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Learned Optimism

I recently took a road trip to Tennessee to bring in the New Year with some friends in Nashville. Mind you, road trips are easily in my top five favorite things to do in life so I was already having a blast. One problem though, on the ride there it was rainy and foggy. You could say it was raining on my parade (ba dum tss). There was no ray of sunshine to be found. On one section of the drive it was visible no more than ten feet or so in front of the car. As dangerous as it was, I snapped a quick picture of the dreary Tennessee skyline (the photo that I used for this blog in fact). It was then that I realized the beauty of the drive. It looked like a hipster ad for American Eagle. After that photo the rest of the road trip became different. I began to be amazed at the pine trees. I noticed the rugged foggy mountain landscape. My perspective was changed and my problem was no longer as bothersome.  My perspective had been changed.  

This is what I get to do daily in counseling. Challenging and changing perspectives is ultimately the goal of counseling. For the person that is suffering with anxiety, challenging their perspective of their world can greatly reduce the anxiety they experience. I have yet to be able to take a memory away from someone who is suffering from trauma but I am able to help give that memory less power in their daily life by helping them change their perspective of that trauma.  

What if we began to see the problems we experience as having different perspectives? The choice to see life through an optimistic lens instead of a negative one.  At the end of the day, your perspective in a problem is the only thing that you really have control of.  I think this could dramatically change how we see problems, how we interact with others and even how we see ourselves. We will begin to see problems as potential opportunities. Angry people as hurting people. Instead of shaming ourselves for our past, we can begin to see ourselves as “works in progress”. I’m going to pull out an oldie here, but Abraham Lincoln puts it this way:

“We can complain because rose bushes have thorns, or rejoice because thorn bushes have roses.”  

I know this is easier said than done. I have to chose to be optimistic all the time. It still amazes me how long it takes me to find the optimistic perspective in a situation. I am just as stubborn as the next guy.  But this is a discipline that we can develop and gradually get better at.  It is worth developing. 

What situation are you going through this week that could us a perspective change? 



How to Worry Less

Over the last two years, I have set out to grow intellectually by reading all of the classic novels most people read going through school. Sadly, during my early education as well as the many different schools that I attended, I was never assigned some of the classics. Since I set this goal, I have read some of the major works, such as Treasure Island, The Grapes of Wrath, East of Eden, Cannery Row, Animal Farm, and The Catcher in the Rye. One of my favorites was Harper Lee’s To Kill A Mockingbird. Scout, the young female character, is living in a time of racial tension with her father Atticus being led by his convictions for equality. Atticus is walking the fine line between upholding his convictions and raising his two children. When Scout comes to her father frustrated, Atticus simply replies:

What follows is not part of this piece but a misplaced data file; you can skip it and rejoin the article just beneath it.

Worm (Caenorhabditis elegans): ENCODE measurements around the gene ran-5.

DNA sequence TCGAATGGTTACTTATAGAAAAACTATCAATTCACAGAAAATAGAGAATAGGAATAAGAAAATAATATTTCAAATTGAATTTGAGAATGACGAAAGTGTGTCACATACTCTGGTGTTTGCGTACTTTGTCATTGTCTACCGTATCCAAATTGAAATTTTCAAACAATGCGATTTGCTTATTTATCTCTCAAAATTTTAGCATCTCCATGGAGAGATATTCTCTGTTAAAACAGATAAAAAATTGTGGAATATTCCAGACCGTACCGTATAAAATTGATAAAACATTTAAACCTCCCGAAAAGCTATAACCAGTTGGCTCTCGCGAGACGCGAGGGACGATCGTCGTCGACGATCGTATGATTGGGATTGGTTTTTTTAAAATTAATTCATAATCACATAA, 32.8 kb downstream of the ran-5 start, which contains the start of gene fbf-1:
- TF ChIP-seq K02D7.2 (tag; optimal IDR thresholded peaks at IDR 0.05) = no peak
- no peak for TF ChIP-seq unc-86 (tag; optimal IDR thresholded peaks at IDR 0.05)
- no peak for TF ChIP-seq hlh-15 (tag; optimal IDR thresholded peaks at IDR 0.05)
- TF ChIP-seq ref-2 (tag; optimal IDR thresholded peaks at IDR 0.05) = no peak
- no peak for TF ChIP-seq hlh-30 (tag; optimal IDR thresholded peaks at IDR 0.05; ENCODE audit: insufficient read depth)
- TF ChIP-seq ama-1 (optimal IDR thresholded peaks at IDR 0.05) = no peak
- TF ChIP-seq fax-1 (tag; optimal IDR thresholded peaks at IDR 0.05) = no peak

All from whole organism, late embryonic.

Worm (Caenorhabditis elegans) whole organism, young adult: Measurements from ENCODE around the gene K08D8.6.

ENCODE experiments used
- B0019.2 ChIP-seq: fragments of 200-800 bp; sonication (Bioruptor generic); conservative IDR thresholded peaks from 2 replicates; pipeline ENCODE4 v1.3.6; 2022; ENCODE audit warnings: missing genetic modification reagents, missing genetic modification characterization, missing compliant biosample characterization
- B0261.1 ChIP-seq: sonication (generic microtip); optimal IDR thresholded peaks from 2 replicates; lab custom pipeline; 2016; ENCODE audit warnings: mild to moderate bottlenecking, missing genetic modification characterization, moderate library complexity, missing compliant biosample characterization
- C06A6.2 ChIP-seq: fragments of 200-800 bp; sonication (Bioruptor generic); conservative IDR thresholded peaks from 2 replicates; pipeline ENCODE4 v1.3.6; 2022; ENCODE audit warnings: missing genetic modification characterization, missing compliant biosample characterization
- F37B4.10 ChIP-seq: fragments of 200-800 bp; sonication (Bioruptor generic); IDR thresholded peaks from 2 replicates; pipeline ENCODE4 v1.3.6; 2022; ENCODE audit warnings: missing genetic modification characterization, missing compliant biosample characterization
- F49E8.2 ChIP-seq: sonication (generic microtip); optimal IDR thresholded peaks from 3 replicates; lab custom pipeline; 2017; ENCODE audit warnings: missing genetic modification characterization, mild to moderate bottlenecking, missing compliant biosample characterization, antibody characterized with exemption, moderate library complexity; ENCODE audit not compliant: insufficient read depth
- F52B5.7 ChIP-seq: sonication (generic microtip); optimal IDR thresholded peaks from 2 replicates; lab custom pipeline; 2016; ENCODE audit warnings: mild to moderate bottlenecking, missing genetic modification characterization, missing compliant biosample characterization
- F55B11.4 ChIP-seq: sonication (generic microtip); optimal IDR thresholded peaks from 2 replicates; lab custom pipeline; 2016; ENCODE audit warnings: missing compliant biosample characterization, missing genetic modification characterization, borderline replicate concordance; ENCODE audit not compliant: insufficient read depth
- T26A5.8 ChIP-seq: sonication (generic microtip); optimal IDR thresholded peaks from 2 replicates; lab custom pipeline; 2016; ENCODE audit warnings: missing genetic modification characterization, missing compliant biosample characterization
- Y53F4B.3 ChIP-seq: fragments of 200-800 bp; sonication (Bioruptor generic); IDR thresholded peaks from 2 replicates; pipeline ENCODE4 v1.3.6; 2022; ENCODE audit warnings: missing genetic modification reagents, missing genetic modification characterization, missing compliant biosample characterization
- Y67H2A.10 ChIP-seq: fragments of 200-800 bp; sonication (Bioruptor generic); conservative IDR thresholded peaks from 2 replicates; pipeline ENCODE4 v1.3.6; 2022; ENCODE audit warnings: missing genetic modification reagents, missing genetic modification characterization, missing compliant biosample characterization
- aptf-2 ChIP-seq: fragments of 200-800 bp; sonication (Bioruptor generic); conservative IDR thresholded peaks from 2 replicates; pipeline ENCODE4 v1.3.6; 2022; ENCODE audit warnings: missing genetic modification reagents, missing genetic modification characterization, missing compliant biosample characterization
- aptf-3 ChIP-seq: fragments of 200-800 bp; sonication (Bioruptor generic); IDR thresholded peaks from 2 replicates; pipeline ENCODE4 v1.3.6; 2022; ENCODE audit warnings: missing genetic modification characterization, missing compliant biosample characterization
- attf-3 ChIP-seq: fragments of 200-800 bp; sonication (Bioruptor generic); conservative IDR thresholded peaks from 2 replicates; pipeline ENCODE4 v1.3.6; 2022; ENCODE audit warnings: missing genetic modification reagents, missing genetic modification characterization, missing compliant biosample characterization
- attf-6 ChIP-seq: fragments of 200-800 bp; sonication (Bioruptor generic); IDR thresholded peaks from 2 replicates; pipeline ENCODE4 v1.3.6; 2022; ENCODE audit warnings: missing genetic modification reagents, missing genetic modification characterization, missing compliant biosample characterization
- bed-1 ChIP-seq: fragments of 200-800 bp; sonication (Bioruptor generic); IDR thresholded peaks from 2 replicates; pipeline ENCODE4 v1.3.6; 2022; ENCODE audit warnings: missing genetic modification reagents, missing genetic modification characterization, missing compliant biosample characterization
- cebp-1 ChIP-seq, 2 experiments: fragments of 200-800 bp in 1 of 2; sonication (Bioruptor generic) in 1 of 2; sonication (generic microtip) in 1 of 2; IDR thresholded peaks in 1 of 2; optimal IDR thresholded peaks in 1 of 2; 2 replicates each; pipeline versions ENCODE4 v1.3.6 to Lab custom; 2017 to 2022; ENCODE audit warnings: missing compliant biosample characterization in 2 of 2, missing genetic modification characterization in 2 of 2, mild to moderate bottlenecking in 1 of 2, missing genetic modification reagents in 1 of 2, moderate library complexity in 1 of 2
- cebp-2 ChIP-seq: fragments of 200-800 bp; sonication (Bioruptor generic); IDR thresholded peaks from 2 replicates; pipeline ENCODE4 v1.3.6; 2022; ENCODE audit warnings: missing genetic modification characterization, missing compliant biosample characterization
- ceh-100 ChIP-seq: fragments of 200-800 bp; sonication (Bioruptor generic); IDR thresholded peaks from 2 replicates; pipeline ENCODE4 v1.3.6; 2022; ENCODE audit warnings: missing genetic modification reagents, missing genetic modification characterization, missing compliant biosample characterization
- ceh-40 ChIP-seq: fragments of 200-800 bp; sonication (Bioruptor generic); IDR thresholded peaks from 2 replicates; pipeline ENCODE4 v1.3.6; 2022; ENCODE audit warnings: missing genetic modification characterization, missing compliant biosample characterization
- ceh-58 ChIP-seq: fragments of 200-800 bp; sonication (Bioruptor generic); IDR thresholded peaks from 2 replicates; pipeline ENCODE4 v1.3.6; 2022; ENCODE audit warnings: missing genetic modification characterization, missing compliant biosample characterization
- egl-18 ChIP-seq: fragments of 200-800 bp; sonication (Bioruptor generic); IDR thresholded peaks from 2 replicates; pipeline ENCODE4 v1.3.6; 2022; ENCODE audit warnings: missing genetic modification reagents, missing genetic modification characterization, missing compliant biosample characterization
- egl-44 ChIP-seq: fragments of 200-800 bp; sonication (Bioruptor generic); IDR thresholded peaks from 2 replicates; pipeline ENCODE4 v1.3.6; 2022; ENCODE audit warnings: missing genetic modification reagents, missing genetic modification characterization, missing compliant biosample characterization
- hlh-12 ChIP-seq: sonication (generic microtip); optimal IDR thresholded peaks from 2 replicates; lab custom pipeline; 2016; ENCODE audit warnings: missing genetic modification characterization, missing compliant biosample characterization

"It's not time to worry yet."

Atticus's response is so simple, yet profound. It reminds me of the so-easily-forgotten aspect of managing worry: control. I work with people all the time who are creating unnecessary worry by trying to control things that are out of their control, such as trying to change the behaviors of their boyfriend, trying to make the person that they hurt from their past forgive them, or trying to change their teenage son's self-destructive path. The key word being "try". These are all things that are out of our control. On the other hand, some of our worry exists because we find ourselves not doing anything about the cause of our worry, such as worrying about getting a raise at work yet never talking to the boss about a pay raise or knowing the current relationship we are in is destructive but not making any changes or ending that relationship. Simply put:

"Worry is created when we try to control things out of our control or when we are not doing everything we can with the control we do have."

This is easier said than done; I can attest to this. Yet the practice of not controlling things that are out of your control and taking action on things you can control will have life-changing results. Let me know how you are doing with making these changes for your personal growth. 



Rethinking Reid

The idea for this blog comes out of my own personal journey for growth. It is a pretty popular idea these days. Most people want to be the best possible version of themselves. This is personal to me because I am working in the psychology field. I challenge people all the time to change unhealthy behaviors, be that an addiction, relationship, fear, etc. It's only a matter of time before you feel the personal conviction to grow yourself and that is exactly what I am doing.

A friend, mentor and boss has been one of the biggest resources for me on my journey to personal growth. He looks at personal growth in 5 key areas; Social, Physical, Intellectual, Emotional, & Spiritual (SPIES).  He even has a tag line for the acronym SPIES. Brian Frizzell says:

"If someone was spying in on your life they would see these five areas of health"

This site will be a place of resources to help you in growing in these five areas of health. My only promise is that they will be short and to the point. If they are long and complex I probably plagiarized them, which my professors frowned upon. Feel free to check in and go along this journey with me.